Tuesday, December 23, 2014

A Christmas Meditation

Overhead the stars glisten in the predawn sky like diamonds set in black velvet. A chill wind sweeps off the nearby hills, seeping through the cracks and crannies of every home, carrying with it the biting cold of winter. In the pasture lands the sheep huddle together in woolly clumps seeking an escape from the piercing fingers of frost.

As the eastern sky turns from black to purple to brilliant orange, the cry of an infant intrudes upon the early morning stillness. Somewhere, in a stable in a little village nestled in the Judean hills, a young woman and her young husband cradle her first little child in their arms.

Mystery of eternal mysteries, the Divine Logos is come—Immanuel, which being interpreted is God with us. For the little one in his mother’s arms is the One who placed those diamond stars in that black velvet sky. In timeless ages past it was He who ordained the warmth of summer and the cold of winter. By the word of that vulnerable infant the sun burst into its brilliant blaze of glory before there were human eyes to see it. Indeed, upon the counsel of the Father it was that precious babe who molded from the bones of the earth on the third day of time a little hill someday to be called Mount Calvary.

For you see, the little One crying in that cold stable, surrounded by the love and protection of a proud young mother, is the mighty Son of the Highest, the Prince of Peace, the Alpha and Omega, Jesus Christ, God’s Son, Savior.

O come let us adore Him, Christ the Lord.

Tuesday, December 9, 2014

Book Review: Mindscape: What to think about instead of worrying

This little book (180 pages, including endnotes) is a great exposition of Philippians 4:8: “Finally, brethren,
whatever is true, whatever is honorable, . . . , let your mind dwell on these things.” Witmer writes with a pastor’s heart and eye as he walks the reader through this verse, virtually word by word. Throughout the book he employs an extended metaphor for worry: our “mindscape” is a landscape—a garden with “worry weeds” that must be pulled. He draws on illustrations from his own life as well as his pastoral experience that are helful and to the point.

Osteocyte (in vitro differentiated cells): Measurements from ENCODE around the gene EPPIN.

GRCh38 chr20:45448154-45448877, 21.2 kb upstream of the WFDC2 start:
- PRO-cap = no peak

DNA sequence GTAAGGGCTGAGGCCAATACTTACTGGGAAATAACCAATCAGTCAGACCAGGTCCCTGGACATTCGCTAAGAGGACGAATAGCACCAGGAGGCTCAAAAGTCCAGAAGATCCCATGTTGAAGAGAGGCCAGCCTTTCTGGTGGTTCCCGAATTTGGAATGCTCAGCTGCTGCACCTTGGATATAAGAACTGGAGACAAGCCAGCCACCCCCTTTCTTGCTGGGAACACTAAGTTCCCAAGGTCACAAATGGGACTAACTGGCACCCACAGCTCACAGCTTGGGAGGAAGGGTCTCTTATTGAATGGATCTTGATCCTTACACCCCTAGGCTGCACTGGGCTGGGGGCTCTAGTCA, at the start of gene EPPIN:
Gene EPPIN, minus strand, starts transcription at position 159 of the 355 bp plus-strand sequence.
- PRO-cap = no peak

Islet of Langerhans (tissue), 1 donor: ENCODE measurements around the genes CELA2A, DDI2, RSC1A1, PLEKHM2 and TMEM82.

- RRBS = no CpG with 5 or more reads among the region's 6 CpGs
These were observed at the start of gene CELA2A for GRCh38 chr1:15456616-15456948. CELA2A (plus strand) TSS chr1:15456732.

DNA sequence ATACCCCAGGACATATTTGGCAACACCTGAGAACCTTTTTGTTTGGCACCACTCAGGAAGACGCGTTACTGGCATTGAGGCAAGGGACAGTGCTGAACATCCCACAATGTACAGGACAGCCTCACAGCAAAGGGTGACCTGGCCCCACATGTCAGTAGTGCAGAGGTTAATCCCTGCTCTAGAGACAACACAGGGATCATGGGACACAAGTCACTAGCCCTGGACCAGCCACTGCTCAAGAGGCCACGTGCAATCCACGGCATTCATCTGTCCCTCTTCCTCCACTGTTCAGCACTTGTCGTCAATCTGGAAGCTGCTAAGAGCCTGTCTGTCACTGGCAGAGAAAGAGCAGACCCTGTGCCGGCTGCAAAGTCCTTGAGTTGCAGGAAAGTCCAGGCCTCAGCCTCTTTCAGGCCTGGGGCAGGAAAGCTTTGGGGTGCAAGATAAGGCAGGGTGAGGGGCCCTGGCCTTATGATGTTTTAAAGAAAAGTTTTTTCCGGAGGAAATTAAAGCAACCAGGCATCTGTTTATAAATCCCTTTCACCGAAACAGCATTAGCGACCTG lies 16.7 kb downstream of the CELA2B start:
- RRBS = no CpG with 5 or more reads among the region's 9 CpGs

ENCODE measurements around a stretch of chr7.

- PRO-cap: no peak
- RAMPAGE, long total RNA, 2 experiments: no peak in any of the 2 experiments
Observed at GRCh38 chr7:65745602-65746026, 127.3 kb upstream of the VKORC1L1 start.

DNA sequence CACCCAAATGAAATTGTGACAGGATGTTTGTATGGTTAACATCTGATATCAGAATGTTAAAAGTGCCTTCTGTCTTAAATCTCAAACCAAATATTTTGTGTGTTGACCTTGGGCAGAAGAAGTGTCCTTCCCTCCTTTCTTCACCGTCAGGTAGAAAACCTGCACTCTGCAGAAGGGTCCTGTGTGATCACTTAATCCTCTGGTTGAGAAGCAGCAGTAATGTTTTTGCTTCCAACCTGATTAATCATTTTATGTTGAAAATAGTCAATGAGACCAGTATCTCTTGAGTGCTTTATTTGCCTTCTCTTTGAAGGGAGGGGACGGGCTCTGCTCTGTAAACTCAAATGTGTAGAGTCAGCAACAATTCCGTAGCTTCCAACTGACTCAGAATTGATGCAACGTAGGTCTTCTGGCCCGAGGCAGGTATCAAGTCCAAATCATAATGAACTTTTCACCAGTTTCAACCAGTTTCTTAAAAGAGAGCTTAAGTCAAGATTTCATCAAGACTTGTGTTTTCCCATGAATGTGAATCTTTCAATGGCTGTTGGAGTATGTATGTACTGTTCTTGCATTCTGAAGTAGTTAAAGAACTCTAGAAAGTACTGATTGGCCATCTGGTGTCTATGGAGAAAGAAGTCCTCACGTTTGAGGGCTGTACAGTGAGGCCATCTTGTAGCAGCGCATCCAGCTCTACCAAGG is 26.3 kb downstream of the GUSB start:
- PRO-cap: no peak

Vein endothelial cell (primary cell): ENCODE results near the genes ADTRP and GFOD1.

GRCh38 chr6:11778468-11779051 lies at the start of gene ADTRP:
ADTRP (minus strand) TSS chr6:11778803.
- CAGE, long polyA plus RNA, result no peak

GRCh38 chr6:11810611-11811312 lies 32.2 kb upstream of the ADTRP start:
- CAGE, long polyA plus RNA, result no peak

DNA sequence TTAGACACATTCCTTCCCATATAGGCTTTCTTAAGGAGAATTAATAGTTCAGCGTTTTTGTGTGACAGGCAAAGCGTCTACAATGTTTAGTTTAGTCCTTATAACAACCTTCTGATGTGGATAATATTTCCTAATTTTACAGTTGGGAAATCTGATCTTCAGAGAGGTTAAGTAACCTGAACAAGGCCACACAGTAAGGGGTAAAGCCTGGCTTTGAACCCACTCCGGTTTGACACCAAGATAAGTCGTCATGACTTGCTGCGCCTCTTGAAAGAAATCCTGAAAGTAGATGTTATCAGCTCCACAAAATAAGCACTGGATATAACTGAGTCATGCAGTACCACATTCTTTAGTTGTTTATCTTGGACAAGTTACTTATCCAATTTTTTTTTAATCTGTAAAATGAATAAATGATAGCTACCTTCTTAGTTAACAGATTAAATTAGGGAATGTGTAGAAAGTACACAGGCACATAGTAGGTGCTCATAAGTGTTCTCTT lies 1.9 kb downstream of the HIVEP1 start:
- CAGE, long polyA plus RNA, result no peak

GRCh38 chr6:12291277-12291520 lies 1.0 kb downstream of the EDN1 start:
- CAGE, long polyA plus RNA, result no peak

As he explores the list of things Paul tells us to fasten our minds upon, Witmer deals with both the negative aspects—what we think about instead of what Paul is commanding; and the postive aspects—why what Paul commands is so helpful to defeat worry.

I’ve also read Elyse Fitzpatrick’s book, Overcoming Fear, Worry, and Anxiety. These two books make great companions. Fitzpatrick delves deeper, perhaps, into some of the underlying issues (she makes much of the “idols of the heart”), whereas Witmer is devoted to examining Paul’s solutions from Philippians 4:8. Both books are outstanding, contribute significant material for biblical counseling, and are quite readable by counselees.

I recommend Mindscape very highly. Even if you don’t wrestle with worry, you’ll find the book helpful as Witmer unfolds a verse from one of Paul’s best known passages.